That way of watching that TV sometimes has. That way of approaching those who are different. Those television 'tournées', safaris in search of the creature that seems impressive and picturesque to us. That use of the camera as if it were a shotgun. I'm talking about the new season of 'Planeta Calleja' (Cuatro) that has started taking Jesus Calleja to the actor Santi Millan to go on a 'tour' of Ethiopia. "I'm going to take you to see the Mursi, one of the most violent tribes," he told her in an overwhelming tone. And when he arrived, he highlighted Lane that those Ethiopians, when they antagonize a neighboring 'tribe', kill each other. Man, all things considered, it's nothing exceptional.
We, the civilized of the first Western world, have been doing it for centuries as well. Circulating through the town, the camera stopped at the staff. called attention to Lane teeth. They made them open their mouths. "Why are they missing a bottom tooth?" he wondered intrigued, as they offered us close-ups of their mouths.
oh! I have seen at the interesting livestock fair in the town of Dolores (Alicante), do the same with the mules and horses that are for sale. But what most subjugated Lane It was the women who wore a plate inserted in their lower lip, that type of 'piercing' that the Mursi practiced long before that word was invented and became fashionable.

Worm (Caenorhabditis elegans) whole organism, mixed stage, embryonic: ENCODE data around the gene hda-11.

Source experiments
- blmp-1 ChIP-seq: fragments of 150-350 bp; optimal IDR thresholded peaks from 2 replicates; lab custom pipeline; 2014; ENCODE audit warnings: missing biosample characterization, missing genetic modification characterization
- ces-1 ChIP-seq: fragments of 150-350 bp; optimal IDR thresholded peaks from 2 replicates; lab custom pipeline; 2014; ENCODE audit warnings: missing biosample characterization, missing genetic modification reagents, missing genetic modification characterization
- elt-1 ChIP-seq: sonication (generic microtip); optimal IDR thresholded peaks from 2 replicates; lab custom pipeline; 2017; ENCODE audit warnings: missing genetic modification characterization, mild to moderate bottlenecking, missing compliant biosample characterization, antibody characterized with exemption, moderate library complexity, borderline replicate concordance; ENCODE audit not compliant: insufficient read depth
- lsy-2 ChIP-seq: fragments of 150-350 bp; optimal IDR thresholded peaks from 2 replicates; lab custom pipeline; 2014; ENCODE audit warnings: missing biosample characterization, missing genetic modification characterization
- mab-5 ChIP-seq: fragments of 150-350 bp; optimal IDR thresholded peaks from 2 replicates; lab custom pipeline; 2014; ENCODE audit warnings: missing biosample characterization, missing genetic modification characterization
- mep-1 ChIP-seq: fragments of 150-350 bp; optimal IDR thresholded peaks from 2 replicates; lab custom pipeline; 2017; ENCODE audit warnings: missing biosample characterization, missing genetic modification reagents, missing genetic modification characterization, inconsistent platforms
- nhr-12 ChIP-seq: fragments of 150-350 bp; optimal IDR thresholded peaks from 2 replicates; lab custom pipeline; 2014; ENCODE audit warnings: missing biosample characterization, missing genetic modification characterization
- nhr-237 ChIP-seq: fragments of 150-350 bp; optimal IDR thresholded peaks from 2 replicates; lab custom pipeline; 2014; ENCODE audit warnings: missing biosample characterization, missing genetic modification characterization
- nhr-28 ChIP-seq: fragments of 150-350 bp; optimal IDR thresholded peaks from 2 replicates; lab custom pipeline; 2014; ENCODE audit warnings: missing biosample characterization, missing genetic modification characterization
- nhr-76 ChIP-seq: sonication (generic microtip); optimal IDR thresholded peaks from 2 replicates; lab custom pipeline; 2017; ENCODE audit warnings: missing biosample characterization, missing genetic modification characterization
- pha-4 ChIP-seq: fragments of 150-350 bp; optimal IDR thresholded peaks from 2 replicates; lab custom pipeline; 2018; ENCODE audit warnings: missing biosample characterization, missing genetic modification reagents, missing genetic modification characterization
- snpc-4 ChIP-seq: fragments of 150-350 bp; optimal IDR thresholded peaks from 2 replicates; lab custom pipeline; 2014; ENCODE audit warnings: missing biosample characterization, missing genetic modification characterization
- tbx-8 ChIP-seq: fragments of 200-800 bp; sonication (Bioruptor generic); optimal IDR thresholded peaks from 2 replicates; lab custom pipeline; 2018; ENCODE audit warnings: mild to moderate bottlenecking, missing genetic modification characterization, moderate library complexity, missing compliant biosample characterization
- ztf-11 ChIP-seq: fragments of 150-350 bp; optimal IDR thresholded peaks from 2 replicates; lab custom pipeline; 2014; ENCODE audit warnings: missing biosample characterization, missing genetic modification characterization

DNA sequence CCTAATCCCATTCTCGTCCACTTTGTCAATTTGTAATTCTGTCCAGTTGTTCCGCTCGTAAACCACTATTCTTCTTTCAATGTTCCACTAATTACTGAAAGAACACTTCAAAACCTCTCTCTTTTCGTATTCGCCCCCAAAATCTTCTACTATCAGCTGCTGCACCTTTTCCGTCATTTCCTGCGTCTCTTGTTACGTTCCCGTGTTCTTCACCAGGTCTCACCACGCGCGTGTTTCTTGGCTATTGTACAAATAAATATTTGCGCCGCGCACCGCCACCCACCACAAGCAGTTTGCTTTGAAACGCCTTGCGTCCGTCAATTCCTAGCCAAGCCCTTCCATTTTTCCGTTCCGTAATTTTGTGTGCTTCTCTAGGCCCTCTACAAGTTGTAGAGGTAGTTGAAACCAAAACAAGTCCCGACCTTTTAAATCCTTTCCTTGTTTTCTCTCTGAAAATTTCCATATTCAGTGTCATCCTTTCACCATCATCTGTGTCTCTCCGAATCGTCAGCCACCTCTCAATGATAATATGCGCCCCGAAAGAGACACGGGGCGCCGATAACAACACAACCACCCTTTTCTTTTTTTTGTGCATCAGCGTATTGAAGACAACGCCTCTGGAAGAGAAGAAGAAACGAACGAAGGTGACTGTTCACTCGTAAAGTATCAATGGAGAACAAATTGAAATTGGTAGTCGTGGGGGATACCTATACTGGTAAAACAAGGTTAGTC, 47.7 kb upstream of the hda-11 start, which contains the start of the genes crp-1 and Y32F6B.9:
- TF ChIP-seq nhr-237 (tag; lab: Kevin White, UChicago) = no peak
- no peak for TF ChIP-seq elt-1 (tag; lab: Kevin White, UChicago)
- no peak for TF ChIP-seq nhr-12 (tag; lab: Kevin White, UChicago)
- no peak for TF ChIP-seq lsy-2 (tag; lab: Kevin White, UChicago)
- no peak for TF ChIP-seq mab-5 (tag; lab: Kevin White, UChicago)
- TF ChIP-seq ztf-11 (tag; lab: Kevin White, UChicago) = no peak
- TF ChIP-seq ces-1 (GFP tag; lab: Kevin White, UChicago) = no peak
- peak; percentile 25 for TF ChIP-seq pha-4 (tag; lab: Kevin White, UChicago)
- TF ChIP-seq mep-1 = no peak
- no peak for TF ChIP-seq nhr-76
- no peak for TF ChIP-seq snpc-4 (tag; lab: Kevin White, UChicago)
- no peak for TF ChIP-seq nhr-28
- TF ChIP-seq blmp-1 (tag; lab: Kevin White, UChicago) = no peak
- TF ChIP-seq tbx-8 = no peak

The camera drilled into the mouth of the young woman with the plate, visually taxidermizing the moment, and it reminded me of those photos of the great capitals of Europe when tents full of indigenous people were set up and visited by citizens like someone visiting a zoo. Or they dissected them, like 'The Black of the Darder Museum' in Banyoles, today fortunately removed from the display case and buried in Africa, although some say it was in the wrong country.
This article that I am writing hurts me because Jesus Calleja he is not a predator, nor a hunter of people. I have always celebrated his travels, his human respect, and his impeccable disclosure of the landscapes and nature of the planet.
This time, however –and I am sure that without intending it– that way of looking at 'the indigenous' has seemed devastating to me. The program looked at the Mursi people exactly as it later looked at the pink pelicans of the Great Rift lakes, and at the hippos. And that's what I complain about.